A new injectable drug, MBP 8298, could help. It's similar to an allergy shot. Patients who have M-S lose the protective layer, myelin, which allows the central nervous system to send messages to the body. This twice-a-year injection introduces a protein that helps the immune system build tolerance to the disease. "What we hope is that infusion of this small peptide, or small protein, will prevent or stop or at least, hopefully, slow this progressive, downhill course that these patients have," Cohen said. Cohen says this drug won't offer patients a cure, but it could give them something almost as good. "People can live a semi-normal, almost normal life, and plan for the future and know what to expect." "To know that this drug could start to slow down the process, that gives me somewhat of an encouragement that, yes, I can take care of myself," Gregory said, hopefully. Trials of the drug are currently taking place across the U.S. and Canada. Dr. Cohen says it could be several years before the drug is widely available, but he says current tests have been very successful.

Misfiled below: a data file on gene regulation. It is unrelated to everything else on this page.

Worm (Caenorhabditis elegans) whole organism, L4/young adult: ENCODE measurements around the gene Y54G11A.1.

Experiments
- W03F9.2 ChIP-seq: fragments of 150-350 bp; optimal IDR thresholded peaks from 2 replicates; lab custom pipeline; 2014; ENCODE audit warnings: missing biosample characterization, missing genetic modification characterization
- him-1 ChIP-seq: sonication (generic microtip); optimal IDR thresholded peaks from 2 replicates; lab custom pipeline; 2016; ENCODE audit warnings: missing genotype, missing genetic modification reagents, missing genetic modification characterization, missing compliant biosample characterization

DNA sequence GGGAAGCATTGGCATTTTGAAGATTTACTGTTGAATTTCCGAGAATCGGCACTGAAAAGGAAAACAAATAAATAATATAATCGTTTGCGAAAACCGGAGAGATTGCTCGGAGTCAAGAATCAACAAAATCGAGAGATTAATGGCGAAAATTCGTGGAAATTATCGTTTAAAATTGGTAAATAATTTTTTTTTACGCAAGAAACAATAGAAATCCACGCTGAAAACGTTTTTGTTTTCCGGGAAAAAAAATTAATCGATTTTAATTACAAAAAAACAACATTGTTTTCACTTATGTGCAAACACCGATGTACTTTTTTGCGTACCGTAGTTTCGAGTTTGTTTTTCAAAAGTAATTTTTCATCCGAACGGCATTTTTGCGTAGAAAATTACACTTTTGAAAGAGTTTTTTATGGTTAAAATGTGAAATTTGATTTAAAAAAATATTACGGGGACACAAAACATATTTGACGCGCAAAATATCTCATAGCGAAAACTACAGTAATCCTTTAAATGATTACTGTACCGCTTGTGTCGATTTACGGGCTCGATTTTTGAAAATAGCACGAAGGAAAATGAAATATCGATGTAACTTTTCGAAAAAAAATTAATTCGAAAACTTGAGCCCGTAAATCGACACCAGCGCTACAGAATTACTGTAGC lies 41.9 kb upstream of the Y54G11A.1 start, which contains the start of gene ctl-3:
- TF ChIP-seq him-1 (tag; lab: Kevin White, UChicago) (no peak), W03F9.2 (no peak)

Enrollment Begins For Study Of MBP8298 In Secondary-Progressive Multiple Sclerosis
Started at the end of summer 2007 so It will be awhile before we'll know if this might be an option for relapsing MS.